Why People Won't Ever See Mosquitoes At Disney World

If you visit the Walt Disney World Resort in Florida, you’ll likely notice something strange: mosquitoes don’t buzz around the park. And this is particularly odd as the state is famous for its sticky weather and swampland — factors that normally attract hordes of unpleasant insects. But there’s a surprising reason why buzzy, bitey creatures stay well away from guests.

A lot of guests

By putting these special hidden mosquito-repelling features in place, Walt Disney has ended up protecting a lot of people. An average of over 52 million people flock to Disney World each year. And in 2019 all four of the parks within the resort earned their spots among the top nine most-visited theme parks on the globe. The Magic Kingdom actually topped the list at number one, as nearly 30 million holidaymakers stopped off to have some fun at the park. Mosquitoes would have a field day if they were able to make it inside!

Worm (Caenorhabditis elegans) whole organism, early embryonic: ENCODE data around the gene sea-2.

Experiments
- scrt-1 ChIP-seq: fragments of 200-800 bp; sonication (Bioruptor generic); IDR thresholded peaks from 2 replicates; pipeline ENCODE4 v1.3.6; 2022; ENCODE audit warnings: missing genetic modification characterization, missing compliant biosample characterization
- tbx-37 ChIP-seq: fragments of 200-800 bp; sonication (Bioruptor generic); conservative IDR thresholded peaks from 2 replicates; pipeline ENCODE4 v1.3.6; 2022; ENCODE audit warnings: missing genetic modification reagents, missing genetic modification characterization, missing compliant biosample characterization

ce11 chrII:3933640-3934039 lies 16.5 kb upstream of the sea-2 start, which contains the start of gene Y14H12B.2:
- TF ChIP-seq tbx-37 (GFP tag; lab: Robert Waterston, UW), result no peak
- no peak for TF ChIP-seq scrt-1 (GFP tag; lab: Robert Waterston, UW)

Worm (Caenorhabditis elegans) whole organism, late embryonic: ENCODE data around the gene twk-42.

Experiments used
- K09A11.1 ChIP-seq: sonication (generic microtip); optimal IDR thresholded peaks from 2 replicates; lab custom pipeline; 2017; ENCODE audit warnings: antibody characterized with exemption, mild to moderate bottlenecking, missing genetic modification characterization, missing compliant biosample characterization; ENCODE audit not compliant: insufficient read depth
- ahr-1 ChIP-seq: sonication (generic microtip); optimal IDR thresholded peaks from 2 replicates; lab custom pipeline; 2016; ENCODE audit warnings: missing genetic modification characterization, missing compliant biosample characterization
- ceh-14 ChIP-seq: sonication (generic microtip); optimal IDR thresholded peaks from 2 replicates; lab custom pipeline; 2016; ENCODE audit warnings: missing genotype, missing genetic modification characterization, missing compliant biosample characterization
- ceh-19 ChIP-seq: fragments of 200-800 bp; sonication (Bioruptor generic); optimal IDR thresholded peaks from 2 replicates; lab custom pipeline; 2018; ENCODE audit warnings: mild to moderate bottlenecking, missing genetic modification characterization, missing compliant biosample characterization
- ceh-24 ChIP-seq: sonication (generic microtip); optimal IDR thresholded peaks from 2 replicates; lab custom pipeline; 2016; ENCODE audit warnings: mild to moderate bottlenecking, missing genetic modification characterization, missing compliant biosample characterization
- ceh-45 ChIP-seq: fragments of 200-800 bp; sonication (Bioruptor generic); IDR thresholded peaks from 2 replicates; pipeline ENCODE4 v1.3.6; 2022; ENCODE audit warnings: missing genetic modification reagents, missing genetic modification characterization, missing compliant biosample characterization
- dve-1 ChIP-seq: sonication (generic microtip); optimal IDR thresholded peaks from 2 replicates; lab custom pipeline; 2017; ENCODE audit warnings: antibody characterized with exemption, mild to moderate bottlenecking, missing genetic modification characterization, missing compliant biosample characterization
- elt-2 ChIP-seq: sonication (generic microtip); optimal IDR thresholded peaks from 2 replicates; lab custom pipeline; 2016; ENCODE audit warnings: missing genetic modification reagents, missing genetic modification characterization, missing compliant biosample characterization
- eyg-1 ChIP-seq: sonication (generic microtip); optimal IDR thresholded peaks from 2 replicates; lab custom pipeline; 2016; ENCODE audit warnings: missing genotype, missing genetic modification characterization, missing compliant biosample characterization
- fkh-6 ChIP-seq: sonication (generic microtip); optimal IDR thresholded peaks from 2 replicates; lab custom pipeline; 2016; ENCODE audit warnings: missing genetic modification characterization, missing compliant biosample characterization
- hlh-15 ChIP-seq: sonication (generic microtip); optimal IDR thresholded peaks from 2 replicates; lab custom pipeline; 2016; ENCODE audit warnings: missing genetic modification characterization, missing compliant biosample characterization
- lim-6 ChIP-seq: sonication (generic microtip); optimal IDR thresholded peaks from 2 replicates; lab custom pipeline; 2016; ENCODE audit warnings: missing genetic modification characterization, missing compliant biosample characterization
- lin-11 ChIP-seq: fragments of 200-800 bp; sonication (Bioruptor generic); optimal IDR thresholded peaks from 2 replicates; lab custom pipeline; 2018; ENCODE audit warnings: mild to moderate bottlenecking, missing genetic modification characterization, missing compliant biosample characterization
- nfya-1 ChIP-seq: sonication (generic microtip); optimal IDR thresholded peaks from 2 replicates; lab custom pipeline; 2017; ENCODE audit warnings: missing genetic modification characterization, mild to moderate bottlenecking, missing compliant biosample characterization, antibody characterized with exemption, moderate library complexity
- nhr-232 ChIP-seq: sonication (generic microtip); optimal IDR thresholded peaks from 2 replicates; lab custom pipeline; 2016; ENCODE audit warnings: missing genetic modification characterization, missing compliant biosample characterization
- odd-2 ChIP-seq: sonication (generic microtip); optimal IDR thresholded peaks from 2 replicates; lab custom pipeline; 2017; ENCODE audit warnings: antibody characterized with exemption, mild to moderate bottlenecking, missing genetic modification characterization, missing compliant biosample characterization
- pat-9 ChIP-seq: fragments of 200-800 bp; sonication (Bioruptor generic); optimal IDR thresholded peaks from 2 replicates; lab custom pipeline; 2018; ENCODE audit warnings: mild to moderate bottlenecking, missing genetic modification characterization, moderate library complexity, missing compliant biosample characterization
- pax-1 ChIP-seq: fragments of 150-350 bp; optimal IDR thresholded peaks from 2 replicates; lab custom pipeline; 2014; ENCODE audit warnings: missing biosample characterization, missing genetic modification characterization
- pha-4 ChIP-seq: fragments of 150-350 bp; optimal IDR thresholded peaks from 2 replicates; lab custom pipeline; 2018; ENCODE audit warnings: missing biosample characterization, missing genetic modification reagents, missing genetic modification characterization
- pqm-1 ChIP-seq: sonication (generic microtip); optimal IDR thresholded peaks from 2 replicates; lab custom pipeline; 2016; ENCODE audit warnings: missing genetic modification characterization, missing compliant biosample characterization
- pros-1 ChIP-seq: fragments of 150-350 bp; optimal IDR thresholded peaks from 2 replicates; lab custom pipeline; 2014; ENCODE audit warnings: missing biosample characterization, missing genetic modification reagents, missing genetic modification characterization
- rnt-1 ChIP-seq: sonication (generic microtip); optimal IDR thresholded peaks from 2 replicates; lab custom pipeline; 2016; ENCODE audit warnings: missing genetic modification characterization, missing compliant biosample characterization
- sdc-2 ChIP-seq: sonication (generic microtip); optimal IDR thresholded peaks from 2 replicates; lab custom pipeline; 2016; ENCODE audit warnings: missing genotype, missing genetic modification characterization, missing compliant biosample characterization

What about the others?

And the guests aren’t the only people who are in the resorts. To keep things ticking over, Disney World relies on over 74,000 so-called “cast members” — making it the biggest single-site employer in the country. To keep their many employees happy, each year the company shells out over $1.2 billion in wages as well as $474 million on additional perks. As if working at Disney World wouldn't be a bit of a dream come true anyway!

Hotels galore

Given the sheer numbers that Disney World attracts, then, running the resort is apparently a massive operation. There are 34 hotels on the site alone, for example! To put that into perspective, if you wanted to stay over in every hotel room in the park, it would take you 68 years! Though, to be honest, we can think of worse ways to spend your life.

More room to build

And in order to house and entertain so many guests, Disney World itself is huge. Yes, comprising almost 25,000 acres of land, it’s actually as big as San Francisco and twice as large as Manhattan! But only 50 percent of the land is currently being used. That’s because Disney himself was eager to preserve the area where the park was built, so a third of the property is protected for conservation — a factor you may think would also attract mosquitoes.